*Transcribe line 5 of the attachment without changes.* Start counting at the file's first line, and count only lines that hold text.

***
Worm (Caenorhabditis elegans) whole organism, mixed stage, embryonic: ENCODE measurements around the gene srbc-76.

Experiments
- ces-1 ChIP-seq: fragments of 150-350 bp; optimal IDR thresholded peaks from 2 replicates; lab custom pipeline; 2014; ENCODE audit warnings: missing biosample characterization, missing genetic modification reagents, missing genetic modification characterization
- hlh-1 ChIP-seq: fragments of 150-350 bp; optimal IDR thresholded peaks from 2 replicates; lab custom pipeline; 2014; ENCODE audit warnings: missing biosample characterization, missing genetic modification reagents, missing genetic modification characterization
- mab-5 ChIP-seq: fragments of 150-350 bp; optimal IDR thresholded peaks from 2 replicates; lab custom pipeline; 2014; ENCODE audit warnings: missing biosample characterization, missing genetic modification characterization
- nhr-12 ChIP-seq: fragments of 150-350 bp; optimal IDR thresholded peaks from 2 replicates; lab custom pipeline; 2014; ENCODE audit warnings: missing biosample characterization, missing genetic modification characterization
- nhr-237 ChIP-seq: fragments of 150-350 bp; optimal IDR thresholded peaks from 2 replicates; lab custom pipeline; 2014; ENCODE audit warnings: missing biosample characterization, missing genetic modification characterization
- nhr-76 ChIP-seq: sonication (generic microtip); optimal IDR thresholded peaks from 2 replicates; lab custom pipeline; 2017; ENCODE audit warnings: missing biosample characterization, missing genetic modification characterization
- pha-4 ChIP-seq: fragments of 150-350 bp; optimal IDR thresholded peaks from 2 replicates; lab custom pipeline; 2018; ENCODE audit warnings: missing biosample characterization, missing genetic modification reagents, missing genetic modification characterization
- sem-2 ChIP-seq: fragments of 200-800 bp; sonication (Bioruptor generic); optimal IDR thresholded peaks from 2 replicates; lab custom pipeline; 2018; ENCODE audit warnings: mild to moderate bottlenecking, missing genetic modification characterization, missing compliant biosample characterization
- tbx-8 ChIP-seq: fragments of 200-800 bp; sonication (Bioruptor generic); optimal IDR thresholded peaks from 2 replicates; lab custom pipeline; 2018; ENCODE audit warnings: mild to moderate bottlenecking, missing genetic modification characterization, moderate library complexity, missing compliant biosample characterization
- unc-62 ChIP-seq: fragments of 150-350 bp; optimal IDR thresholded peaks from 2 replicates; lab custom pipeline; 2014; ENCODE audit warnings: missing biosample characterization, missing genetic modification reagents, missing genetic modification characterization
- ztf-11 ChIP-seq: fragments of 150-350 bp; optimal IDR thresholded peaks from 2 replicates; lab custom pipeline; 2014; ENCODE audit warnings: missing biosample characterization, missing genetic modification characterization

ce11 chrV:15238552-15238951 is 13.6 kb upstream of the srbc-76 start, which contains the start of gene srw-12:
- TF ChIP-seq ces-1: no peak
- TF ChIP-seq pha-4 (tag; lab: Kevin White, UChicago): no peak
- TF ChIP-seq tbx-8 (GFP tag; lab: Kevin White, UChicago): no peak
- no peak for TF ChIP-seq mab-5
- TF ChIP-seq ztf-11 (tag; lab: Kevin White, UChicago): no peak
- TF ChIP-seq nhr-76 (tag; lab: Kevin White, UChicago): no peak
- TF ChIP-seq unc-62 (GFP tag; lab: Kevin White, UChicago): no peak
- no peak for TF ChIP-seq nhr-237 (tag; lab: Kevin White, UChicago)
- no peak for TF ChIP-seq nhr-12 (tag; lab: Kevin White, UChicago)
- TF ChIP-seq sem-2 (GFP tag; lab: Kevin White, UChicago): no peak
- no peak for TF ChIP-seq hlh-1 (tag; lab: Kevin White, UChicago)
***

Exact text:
- mab-5 ChIP-seq: fragments of 150-350 bp; optimal IDR thresholded peaks from 2 replicates; lab custom pipeline; 2014; ENCODE audit warnings: missing biosample characterization, missing genetic modification characterization